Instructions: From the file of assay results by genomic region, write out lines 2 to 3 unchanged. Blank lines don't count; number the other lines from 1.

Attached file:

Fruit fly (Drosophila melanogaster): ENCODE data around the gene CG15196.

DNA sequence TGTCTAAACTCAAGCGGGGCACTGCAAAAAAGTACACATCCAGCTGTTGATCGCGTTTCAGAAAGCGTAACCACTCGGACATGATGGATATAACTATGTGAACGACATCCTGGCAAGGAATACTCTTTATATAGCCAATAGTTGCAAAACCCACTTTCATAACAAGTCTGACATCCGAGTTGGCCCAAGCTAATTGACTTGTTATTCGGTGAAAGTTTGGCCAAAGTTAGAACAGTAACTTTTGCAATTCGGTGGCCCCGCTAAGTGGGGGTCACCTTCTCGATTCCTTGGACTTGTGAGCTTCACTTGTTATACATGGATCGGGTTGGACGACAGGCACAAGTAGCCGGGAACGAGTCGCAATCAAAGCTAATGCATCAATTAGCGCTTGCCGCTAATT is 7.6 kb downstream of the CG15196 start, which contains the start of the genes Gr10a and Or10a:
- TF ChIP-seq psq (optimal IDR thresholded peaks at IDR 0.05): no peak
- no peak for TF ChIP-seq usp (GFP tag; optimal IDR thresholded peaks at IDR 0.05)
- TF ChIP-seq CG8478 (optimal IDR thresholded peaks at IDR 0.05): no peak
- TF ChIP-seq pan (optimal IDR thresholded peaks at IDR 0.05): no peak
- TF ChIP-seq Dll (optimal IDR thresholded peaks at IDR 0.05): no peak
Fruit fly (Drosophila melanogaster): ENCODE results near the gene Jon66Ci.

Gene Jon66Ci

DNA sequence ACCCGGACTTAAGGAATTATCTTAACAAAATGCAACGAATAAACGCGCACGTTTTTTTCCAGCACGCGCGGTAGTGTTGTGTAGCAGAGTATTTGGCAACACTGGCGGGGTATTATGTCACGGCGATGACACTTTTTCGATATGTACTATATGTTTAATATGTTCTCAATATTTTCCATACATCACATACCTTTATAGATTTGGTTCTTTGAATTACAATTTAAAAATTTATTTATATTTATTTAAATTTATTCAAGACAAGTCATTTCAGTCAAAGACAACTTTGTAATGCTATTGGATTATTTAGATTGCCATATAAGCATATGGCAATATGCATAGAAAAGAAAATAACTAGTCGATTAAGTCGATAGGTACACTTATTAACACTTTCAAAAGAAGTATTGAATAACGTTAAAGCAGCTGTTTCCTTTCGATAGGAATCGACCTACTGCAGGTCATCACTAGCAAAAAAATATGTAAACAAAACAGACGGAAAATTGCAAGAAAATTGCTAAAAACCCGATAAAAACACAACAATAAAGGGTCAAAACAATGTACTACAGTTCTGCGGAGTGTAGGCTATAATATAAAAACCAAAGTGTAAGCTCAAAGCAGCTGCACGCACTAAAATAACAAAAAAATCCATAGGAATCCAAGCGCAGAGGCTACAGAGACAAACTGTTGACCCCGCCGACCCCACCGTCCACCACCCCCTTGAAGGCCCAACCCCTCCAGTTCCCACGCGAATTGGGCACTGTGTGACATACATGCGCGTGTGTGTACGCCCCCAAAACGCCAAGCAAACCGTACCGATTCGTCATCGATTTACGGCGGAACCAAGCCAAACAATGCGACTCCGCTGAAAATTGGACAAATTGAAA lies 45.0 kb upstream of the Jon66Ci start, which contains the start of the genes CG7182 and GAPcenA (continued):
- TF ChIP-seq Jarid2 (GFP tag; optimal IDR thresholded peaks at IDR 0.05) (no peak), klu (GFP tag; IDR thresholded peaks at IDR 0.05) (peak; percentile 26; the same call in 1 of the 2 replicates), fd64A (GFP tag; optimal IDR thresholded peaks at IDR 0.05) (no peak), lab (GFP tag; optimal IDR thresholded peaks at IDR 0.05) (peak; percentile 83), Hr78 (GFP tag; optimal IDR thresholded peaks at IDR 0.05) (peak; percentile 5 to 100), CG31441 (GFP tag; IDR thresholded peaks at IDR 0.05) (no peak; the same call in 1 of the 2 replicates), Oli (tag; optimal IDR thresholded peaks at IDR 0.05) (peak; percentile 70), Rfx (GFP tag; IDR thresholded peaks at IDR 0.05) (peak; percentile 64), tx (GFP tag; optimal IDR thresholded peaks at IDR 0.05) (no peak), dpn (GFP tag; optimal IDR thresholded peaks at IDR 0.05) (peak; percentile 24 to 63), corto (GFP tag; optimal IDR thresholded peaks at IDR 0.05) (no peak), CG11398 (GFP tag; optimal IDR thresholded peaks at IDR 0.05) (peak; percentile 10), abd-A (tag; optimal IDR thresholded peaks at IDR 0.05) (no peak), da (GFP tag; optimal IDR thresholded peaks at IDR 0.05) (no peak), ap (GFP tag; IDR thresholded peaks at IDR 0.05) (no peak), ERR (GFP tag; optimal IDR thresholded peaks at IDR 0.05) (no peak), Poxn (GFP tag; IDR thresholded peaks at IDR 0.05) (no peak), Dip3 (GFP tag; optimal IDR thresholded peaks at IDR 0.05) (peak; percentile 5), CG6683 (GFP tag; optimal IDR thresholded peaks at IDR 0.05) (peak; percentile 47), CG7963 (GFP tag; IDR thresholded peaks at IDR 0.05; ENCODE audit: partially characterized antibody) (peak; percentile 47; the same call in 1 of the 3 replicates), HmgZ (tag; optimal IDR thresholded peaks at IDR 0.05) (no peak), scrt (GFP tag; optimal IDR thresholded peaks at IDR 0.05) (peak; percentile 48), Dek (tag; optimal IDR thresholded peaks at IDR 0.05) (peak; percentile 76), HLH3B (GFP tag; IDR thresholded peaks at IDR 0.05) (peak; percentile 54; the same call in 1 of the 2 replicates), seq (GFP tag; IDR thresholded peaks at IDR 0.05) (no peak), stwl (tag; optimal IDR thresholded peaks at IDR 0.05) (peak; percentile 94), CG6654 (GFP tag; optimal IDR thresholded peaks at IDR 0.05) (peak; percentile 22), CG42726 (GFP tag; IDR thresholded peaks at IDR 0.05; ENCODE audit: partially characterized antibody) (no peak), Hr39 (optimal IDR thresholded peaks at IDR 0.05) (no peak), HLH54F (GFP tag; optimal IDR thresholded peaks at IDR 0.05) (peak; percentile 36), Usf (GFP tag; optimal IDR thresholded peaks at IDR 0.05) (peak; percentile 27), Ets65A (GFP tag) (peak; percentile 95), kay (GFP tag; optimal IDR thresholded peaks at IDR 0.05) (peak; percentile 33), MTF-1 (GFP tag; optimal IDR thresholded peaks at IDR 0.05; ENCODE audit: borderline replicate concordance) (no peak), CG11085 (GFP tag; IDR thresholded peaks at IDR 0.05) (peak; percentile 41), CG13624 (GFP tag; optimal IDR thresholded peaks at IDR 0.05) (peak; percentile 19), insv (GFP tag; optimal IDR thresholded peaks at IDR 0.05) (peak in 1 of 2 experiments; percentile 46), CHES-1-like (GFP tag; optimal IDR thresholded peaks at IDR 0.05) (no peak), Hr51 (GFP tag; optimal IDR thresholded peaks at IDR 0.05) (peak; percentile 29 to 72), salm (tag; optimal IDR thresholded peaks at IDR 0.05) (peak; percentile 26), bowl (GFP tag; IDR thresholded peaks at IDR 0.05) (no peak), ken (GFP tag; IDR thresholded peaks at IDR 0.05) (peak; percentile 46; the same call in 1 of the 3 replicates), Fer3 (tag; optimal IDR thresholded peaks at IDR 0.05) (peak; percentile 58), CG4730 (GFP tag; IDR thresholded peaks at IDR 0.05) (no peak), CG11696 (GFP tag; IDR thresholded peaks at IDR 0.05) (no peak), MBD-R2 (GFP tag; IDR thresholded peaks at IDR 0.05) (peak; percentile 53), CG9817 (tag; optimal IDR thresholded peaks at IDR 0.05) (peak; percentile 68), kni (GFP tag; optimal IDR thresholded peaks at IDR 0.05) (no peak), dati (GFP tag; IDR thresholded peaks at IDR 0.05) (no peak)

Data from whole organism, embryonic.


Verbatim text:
DNA sequence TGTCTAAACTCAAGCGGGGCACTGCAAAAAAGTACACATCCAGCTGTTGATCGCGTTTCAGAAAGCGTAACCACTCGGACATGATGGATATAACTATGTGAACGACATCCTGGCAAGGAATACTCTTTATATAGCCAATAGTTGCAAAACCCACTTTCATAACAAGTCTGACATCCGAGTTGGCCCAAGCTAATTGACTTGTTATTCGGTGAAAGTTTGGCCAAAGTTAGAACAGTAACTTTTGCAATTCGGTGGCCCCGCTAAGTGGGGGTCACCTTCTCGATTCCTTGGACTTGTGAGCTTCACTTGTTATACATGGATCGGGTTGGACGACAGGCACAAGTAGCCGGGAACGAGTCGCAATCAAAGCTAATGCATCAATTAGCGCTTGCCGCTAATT is 7.6 kb downstream of the CG15196 start, which contains the start of the genes Gr10a and Or10a:
- TF ChIP-seq psq (optimal IDR thresholded peaks at IDR 0.05): no peak